Go Back   Rangefinderforum.com > Cameras / Gear / Photography > Rangefinder Forum > Rangefinder Photography Discussion

Rangefinder Photography Discussion General discussions about Rangefinder Photography. This is a great place for questions and answers that are not addressed in a specific category. Take note there is also a General Photography forum.

Reply
 
Thread Tools Search this Thread Display Modes

Any of you prefer the look 35mm compared to larger formats?
Old 06-28-2011   #1
Maximilian
Registered User
 
Maximilian's Avatar
 
Maximilian is offline
Join Date: Sep 2010
Posts: 94
Any of you prefer the look 35mm compared to larger formats?

Hi Gang!

I've been shooting more medium format recently and the quality is really nice, but I still think i might prefer 35mm in some cases. But I'm not sure if that's just because 35 is what I'm mostly used to and know how to approach the best, or If I actually prefer the lesser detailed rougher look in some situations. Comparing 35mm to medium format photographs side by side is troublesome, because then medium format always looks nicer, but I think that may because my brain is then more set on detail quality, then artistic quality, if that makes sense.

Anytime I'm at an exhibition and I see photographs that have been taken with 35mm black and white film, I am immediately drawn to them. But again, I'm not sure if that's because I actually like the look, or if I'm just happy to see someone else making use of it.

So do any of you "serious" photographers sometimes prefer the look of 35mm film compared to other formats? I'm only talking about the look of the finished photograph, not the convenience, cost, technical possibility etc. of working with it compared to other formats. No specific size of the print in mind either, just in general.

Maximilian
  Reply With Quote

Old 06-28-2011   #2
keytarjunkie
Registered User
 
keytarjunkie's Avatar
 
keytarjunkie is offline
Join Date: Jan 2010
Posts: 527
35mm certainly has the "look." It really depends on the size of the print to me, though. 8x10's I have no problem looking at floor-to-ceiling. 35mm and 6x4.5 look better to me in the 11x14-16x20 range, and 6x7 seems to work better around 20x24-30x40.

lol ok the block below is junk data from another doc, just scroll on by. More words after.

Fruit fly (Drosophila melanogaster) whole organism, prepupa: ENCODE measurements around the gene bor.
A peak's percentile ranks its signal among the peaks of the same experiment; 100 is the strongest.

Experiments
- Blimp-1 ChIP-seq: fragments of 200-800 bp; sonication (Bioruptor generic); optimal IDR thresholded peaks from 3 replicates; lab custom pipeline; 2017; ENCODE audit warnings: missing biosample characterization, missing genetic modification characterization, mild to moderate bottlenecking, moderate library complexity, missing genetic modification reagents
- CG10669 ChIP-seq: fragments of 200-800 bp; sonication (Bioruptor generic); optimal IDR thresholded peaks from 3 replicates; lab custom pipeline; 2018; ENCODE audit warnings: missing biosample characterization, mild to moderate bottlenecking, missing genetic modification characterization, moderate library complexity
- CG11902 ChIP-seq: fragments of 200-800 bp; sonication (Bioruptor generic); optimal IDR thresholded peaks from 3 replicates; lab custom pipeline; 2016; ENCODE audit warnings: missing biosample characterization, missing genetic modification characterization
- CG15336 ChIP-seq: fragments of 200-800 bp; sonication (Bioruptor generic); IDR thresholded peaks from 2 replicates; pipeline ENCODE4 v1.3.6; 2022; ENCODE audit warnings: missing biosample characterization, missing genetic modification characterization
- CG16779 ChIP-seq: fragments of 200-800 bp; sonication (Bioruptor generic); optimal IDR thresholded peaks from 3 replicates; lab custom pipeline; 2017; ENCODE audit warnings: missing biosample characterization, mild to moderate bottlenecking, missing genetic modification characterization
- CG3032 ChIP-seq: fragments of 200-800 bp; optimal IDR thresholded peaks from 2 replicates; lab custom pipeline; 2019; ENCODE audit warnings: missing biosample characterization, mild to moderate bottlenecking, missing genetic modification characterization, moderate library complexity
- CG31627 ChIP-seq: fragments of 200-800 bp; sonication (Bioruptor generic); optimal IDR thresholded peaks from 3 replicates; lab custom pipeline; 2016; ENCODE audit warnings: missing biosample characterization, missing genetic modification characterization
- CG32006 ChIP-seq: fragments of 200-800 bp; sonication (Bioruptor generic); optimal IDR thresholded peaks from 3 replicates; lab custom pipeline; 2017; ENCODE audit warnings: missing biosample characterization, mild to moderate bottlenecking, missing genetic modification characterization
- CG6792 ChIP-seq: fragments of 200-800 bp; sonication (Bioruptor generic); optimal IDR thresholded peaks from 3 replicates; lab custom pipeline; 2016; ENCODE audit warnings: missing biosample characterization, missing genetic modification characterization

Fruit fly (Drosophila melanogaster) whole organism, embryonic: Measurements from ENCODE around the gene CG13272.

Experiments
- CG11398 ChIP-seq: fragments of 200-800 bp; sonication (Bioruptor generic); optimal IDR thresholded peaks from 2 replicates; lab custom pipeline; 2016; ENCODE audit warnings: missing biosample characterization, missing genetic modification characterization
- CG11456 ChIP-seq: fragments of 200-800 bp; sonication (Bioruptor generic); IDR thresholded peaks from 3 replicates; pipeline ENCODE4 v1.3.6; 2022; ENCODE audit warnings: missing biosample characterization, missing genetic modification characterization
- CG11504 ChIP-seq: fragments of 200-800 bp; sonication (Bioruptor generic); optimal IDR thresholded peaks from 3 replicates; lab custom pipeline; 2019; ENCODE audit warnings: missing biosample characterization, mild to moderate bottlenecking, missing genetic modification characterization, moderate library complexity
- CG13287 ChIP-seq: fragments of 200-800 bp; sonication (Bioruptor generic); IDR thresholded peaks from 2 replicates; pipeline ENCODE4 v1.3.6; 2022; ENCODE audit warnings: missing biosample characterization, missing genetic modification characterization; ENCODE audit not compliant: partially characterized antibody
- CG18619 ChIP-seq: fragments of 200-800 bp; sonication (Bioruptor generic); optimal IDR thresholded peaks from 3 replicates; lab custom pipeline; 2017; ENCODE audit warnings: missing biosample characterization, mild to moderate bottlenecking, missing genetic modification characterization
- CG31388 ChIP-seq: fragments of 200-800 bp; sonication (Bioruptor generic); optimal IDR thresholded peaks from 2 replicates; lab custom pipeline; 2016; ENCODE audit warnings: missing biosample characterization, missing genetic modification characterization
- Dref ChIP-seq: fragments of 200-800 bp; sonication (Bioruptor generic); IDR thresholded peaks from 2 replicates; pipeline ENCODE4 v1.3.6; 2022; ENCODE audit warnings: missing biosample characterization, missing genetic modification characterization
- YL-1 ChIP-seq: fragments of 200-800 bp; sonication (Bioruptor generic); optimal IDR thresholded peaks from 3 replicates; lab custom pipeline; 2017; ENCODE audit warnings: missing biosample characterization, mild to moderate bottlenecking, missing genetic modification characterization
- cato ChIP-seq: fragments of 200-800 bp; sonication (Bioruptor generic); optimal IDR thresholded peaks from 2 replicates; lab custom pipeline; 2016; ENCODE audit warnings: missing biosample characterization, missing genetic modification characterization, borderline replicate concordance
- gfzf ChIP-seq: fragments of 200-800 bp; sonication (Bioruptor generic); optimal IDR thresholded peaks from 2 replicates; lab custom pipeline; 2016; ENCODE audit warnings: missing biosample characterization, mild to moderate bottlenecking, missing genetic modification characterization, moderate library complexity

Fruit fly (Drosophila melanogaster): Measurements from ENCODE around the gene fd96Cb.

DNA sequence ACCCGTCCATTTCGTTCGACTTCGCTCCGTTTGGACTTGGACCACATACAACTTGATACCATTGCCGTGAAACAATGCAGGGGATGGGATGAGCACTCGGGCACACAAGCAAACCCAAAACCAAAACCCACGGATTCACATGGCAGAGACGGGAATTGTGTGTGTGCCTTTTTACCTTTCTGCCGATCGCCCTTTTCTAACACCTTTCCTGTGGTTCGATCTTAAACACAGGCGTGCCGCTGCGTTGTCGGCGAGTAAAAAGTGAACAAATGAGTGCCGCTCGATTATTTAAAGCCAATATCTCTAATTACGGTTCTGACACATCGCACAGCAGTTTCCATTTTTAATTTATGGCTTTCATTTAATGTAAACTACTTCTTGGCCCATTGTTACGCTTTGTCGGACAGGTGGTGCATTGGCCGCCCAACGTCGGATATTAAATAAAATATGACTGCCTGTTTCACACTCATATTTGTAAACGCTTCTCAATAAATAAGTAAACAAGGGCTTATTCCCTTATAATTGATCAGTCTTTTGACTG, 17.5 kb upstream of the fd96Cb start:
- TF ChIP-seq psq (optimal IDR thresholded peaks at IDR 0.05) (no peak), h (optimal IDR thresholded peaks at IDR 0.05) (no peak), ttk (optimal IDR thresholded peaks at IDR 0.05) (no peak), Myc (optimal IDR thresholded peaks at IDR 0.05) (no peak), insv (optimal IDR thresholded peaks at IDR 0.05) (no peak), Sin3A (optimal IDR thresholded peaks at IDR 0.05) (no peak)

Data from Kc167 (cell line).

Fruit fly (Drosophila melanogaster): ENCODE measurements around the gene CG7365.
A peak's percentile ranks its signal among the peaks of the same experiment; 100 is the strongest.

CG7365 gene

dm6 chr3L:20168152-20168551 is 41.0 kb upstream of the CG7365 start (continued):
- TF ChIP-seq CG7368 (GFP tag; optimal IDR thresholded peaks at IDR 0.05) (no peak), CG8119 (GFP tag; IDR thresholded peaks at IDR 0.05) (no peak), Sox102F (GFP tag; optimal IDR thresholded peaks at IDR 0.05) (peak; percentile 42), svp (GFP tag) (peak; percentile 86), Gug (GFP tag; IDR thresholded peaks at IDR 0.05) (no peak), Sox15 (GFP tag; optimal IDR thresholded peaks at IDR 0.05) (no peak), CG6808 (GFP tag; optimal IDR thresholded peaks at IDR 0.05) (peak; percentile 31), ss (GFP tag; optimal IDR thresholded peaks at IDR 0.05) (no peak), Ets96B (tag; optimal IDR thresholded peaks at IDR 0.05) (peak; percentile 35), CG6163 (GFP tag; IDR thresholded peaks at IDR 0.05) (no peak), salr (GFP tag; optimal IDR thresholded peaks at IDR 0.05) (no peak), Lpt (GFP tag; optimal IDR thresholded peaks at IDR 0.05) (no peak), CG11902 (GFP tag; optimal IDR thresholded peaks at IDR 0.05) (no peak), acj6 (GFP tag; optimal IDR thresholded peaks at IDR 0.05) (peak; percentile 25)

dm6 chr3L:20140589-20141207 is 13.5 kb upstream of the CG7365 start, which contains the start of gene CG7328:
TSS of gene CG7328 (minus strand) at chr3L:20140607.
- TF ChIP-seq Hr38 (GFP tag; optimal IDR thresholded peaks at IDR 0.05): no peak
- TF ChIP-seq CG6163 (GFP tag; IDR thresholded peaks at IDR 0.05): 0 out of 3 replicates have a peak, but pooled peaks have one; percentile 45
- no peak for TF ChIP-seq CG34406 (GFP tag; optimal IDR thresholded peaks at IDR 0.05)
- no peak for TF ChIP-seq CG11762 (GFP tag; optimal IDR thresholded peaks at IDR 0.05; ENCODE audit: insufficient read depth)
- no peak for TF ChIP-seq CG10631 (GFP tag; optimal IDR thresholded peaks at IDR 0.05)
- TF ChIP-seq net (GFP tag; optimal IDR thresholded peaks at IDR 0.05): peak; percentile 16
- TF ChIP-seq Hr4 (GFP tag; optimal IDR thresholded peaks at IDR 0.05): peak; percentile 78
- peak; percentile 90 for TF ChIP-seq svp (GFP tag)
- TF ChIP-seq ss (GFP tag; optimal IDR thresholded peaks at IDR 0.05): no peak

In a large body of work with many images being displayed, I like the look of a lot of 35mm images in smaller frames all together. But it really depends on the size of the print to me.
  Reply With Quote

Old 06-28-2011   #3
benlees
Registered User
 
benlees is offline
Join Date: Apr 2008
Location: Edmonton, AB
Age: 47
Posts: 1,510
A year a go I had pretty much written off 35mm. I was using a V700 to scan most of my stuff so medium format seemed to make a lot more sense. In Nov. 2010 I figured if I was using b&w film I might as well learn to wet print, especially with enlargers being kicked to the curb in epidemic levels; it seemed like a good time. When I started printing all the medium format stuff it seemed too clean- not enough grit. I printed a picture from 35mm HP5+ at 800- a total nothing picture, a shot out the window of my car while stuck in a traffic jam in the middle of nowhere- it was grainy and ugly and I loved it. The internet will tell you can't print 35mm bigger than 11x14- total BS. Of course, if you want to print huge and don't like grain then 35mm may have end limits. Totally subjective, of course! I still use MF and LF but 35mm has really increased.
__________________
flickr
  Reply With Quote

Old 06-28-2011   #4
mathomas
Registered User
 
mathomas's Avatar
 
mathomas is offline
Join Date: Apr 2010
Posts: 638
Short answer: NO

I was pretty disappointed in the grain and lack of detail when I started shooting film again early last year. I started with 35mm because that's what I knew (and could afford) from pre-digital days. I eventually bought a Fuji 6x9 camera and was blown away by the "look" and detail of medium format. Have bought a couple more MF cameras since then, and am pretty dedicated to 120 now (but I won't be selling my Contax RX or M2).